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Shinjuku Gyoen & Japanese Bakery Treats

Shinjuku Gyoen

Having stayed in the vicinity several times, somehow I’d never stumbled across Shinjuku Park! This sunny morning was a perfect time for a visit, and it was a lovely place to relax for a few hours, away from the busy city. You’d never believe you’re right next to the busiest station in the world.

It’s a large park with green open fields like where we had our picnic, benches and wilder, natural areas like the shady forest you can see in the video, as well as more formal Japanese gardens. The pools, bridges and tea-houses look very Japanese and, even if you’re not into visiting gardens, are an elegant touch of traditional Japanese style.

Shinjuku Gyoen

Shinjuku Park vs Yoyogi Park

Compared to Yoyogi Park, Shinjuku Park is more beautiful and lush, and has the traditional gardens. It might depend when you visit, but in my experience Yoyogi is more full of action, with groups of people getting up to all kinds of things (we even saw people in suits rehearsing a play with plastic guns!). There’s really no reason not to visit both when you’re in the area, and Yoyogi is a good place to escape for a picnic when you’re in Harajuku.

Whenever I’ve visited parks in Tokyo, they’re always full of life, and it’s great to see people out using their open spaces and making the most of them. Not just walking and sitting; as you can see in the video we spotted a photography class, a man painting and a tai chi group. This may be because Tokyo’s so densely populated and houses are small; people tend to go out more for their activities. I’ve also heard that musicians are often not allowed to make noise at home, especially in apartments, so they go out to practice – which just adds to the atmosphere!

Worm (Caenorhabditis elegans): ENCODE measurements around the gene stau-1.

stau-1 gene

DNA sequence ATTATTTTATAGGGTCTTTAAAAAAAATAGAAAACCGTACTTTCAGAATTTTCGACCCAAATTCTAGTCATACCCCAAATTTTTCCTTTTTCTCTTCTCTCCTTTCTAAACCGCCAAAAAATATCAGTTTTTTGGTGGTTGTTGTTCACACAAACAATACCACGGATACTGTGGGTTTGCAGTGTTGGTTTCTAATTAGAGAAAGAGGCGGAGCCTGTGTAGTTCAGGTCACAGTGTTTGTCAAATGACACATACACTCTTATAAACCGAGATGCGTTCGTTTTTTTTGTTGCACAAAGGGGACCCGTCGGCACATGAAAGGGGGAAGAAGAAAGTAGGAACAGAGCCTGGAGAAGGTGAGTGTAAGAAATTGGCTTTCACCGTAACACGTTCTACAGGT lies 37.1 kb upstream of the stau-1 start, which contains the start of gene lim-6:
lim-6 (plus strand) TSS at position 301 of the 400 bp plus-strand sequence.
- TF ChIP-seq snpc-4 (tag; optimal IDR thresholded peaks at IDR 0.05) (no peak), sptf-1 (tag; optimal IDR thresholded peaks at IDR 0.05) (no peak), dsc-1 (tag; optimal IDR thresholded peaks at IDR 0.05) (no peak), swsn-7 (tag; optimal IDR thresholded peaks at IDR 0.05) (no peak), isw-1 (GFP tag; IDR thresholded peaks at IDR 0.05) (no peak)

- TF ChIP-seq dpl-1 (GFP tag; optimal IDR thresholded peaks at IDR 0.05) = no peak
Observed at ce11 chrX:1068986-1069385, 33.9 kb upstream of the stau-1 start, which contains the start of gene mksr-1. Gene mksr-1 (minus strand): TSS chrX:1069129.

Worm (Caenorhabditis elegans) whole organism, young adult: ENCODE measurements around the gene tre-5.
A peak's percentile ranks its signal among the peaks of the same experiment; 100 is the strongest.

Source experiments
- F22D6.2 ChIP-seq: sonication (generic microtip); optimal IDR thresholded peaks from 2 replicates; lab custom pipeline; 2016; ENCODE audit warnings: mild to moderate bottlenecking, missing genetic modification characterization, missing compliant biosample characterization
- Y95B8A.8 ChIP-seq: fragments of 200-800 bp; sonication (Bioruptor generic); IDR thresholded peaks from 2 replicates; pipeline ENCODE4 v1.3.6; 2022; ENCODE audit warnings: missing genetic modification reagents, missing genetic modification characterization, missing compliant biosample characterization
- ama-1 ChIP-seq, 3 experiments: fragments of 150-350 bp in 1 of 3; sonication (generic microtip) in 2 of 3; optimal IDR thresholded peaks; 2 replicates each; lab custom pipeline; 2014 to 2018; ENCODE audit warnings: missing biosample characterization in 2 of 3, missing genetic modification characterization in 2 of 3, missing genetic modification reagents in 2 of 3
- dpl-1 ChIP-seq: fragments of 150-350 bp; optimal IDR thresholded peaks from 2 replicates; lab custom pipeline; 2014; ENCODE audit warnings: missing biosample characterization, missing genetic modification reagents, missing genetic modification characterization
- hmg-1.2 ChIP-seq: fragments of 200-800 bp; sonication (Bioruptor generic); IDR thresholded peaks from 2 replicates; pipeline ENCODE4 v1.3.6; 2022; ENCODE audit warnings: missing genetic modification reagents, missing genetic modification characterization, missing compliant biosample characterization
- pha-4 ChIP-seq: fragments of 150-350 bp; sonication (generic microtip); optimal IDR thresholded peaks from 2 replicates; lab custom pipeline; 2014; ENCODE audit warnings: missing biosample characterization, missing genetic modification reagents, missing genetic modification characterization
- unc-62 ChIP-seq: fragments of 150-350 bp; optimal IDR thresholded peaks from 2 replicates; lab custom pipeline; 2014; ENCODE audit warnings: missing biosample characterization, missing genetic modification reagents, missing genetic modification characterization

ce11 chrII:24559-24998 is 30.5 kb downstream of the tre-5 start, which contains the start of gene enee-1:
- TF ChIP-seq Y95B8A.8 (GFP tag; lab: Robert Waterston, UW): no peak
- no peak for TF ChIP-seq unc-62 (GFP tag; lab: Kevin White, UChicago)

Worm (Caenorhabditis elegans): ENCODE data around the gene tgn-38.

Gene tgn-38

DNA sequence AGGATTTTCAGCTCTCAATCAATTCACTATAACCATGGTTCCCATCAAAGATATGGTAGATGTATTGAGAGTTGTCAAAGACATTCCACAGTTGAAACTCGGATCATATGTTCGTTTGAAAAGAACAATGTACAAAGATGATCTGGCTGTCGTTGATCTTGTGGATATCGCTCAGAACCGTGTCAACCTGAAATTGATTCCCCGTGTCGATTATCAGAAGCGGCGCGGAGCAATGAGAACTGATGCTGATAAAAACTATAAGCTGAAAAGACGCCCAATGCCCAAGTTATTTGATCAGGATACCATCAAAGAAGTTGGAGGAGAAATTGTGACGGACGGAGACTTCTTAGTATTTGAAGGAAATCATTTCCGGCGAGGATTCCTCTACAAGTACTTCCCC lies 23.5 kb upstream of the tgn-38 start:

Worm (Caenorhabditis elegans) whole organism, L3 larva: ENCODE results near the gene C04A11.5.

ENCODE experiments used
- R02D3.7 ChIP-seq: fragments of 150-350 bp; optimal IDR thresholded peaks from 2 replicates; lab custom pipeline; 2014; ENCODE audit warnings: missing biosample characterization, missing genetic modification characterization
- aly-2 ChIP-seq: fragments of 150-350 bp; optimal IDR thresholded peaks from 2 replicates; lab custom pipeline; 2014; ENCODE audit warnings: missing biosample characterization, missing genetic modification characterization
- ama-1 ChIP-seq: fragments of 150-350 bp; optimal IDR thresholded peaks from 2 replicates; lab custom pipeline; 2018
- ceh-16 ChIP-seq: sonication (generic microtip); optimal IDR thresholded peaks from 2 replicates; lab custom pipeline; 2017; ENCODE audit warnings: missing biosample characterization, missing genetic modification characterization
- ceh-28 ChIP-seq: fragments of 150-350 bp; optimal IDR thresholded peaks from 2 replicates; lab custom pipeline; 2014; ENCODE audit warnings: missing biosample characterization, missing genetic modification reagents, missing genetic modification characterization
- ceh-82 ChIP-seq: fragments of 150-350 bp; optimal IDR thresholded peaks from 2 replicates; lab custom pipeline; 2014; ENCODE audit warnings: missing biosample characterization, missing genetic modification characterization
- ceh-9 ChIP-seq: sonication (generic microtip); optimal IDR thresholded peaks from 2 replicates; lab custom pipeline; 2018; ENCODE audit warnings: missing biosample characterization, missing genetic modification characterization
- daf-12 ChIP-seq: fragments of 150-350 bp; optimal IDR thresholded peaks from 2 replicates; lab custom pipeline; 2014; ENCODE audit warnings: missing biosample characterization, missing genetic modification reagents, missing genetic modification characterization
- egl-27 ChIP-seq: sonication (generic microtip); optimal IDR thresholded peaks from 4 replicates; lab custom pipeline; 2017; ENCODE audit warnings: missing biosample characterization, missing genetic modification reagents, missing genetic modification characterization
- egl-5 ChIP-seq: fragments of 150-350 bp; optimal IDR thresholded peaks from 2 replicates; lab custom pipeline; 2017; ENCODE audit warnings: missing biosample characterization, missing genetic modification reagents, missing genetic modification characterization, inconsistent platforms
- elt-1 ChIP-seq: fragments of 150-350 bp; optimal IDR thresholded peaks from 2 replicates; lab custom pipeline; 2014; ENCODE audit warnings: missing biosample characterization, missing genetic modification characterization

Shinjuku Park

Japanese Bakeries

While the breads and cakes in convenience stores are good, they’re so much fresher at bakeries. If you spot one while you’re in Japan I’d definitely recommend trying some treats! There’s a wonderful selection of items both cute and delicious. The same was true for the bakery we visited in Nakano, which had that delicious maple syrup melon pan.

One of the special things about visiting another country is the different set of flavours – edamame in mochi bread is completely different to anything you’d find in a bakery in the UK and it was delicious. I really wish I’d tried more things (if only my stomach was bigger!). I’m already looking forward to them next time.

Japanese bakeries

How to get to Shinjuku Gyoen

Shinjuku Gyoen is an easy walk from Shinjuku Station and the main area of Shinjuku, which has lots of shops and restaurants. There are signs on the street nearby to follow (in English as well as Japanese). Remember that Shinjuku Station is huge, with many exits on different sides, so follow the signs for the South Exit.